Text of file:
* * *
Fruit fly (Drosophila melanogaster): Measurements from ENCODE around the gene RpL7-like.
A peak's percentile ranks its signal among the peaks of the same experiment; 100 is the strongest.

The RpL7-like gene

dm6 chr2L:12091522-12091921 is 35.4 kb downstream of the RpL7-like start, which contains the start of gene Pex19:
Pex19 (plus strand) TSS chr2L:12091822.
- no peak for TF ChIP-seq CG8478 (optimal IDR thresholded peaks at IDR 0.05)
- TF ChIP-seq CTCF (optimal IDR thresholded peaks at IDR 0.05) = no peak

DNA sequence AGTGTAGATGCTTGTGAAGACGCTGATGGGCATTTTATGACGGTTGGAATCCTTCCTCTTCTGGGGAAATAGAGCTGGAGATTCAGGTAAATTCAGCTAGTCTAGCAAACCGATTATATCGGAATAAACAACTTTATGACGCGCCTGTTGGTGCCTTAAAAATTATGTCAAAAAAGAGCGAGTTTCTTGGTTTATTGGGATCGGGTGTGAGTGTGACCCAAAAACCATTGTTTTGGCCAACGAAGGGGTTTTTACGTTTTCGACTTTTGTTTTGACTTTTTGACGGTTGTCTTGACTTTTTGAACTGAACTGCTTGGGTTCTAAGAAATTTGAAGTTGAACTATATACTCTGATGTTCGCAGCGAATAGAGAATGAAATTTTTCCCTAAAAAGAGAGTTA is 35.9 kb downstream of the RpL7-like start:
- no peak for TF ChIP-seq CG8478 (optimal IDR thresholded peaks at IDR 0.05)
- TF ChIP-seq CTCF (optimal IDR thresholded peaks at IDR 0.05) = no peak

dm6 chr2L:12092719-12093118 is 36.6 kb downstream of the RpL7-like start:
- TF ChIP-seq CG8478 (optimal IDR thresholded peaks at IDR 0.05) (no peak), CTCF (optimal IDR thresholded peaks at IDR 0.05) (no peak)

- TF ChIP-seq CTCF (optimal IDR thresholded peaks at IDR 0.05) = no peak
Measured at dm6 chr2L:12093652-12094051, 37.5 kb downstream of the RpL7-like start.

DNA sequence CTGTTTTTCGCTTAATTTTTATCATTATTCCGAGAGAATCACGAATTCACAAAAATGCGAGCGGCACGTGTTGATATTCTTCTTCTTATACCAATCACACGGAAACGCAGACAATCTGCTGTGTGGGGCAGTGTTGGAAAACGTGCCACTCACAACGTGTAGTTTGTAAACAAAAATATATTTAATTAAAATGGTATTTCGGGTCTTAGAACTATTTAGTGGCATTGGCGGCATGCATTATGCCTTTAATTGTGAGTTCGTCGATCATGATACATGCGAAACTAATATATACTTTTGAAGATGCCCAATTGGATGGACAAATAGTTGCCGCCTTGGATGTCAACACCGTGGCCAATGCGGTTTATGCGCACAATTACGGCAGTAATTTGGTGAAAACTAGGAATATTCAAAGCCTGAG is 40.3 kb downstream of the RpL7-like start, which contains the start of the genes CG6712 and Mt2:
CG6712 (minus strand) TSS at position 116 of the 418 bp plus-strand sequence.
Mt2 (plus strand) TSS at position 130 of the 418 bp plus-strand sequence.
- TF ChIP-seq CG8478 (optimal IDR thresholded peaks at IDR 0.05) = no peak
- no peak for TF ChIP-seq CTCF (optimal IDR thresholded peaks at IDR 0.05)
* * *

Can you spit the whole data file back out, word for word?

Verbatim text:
Fruit fly (Drosophila melanogaster): Measurements from ENCODE around the gene RpL7-like.
A peak's percentile ranks its signal among the peaks of the same experiment; 100 is the strongest.

The RpL7-like gene

dm6 chr2L:12091522-12091921 is 35.4 kb downstream of the RpL7-like start, which contains the start of gene Pex19:
Pex19 (plus strand) TSS chr2L:12091822.
- no peak for TF ChIP-seq CG8478 (optimal IDR thresholded peaks at IDR 0.05)
- TF ChIP-seq CTCF (optimal IDR thresholded peaks at IDR 0.05) = no peak

DNA sequence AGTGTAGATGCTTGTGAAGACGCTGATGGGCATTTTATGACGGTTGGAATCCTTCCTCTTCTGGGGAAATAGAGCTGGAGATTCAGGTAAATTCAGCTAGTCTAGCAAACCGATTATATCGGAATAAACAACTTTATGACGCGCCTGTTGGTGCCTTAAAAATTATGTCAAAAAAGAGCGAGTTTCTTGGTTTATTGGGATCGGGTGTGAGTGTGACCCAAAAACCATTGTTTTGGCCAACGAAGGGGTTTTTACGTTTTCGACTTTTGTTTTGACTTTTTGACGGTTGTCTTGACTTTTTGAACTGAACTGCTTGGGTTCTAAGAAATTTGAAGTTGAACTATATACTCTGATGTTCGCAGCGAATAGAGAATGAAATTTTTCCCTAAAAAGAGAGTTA is 35.9 kb downstream of the RpL7-like start:
- no peak for TF ChIP-seq CG8478 (optimal IDR thresholded peaks at IDR 0.05)
- TF ChIP-seq CTCF (optimal IDR thresholded peaks at IDR 0.05) = no peak

dm6 chr2L:12092719-12093118 is 36.6 kb downstream of the RpL7-like start:
- TF ChIP-seq CG8478 (optimal IDR thresholded peaks at IDR 0.05) (no peak), CTCF (optimal IDR thresholded peaks at IDR 0.05) (no peak)

- TF ChIP-seq CTCF (optimal IDR thresholded peaks at IDR 0.05) = no peak
Measured at dm6 chr2L:12093652-12094051, 37.5 kb downstream of the RpL7-like start.

DNA sequence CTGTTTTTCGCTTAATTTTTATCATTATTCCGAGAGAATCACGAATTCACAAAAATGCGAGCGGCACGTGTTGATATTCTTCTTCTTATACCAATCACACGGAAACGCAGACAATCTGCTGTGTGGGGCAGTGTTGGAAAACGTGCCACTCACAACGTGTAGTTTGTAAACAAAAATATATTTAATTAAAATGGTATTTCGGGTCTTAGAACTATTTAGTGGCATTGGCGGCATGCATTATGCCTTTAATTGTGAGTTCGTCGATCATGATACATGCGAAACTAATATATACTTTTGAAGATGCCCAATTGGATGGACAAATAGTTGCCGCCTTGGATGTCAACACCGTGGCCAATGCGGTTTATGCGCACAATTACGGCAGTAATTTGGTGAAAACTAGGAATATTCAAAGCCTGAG is 40.3 kb downstream of the RpL7-like start, which contains the start of the genes CG6712 and Mt2:
CG6712 (minus strand) TSS at position 116 of the 418 bp plus-strand sequence.
Mt2 (plus strand) TSS at position 130 of the 418 bp plus-strand sequence.
- TF ChIP-seq CG8478 (optimal IDR thresholded peaks at IDR 0.05) = no peak
- no peak for TF ChIP-seq CTCF (optimal IDR thresholded peaks at IDR 0.05)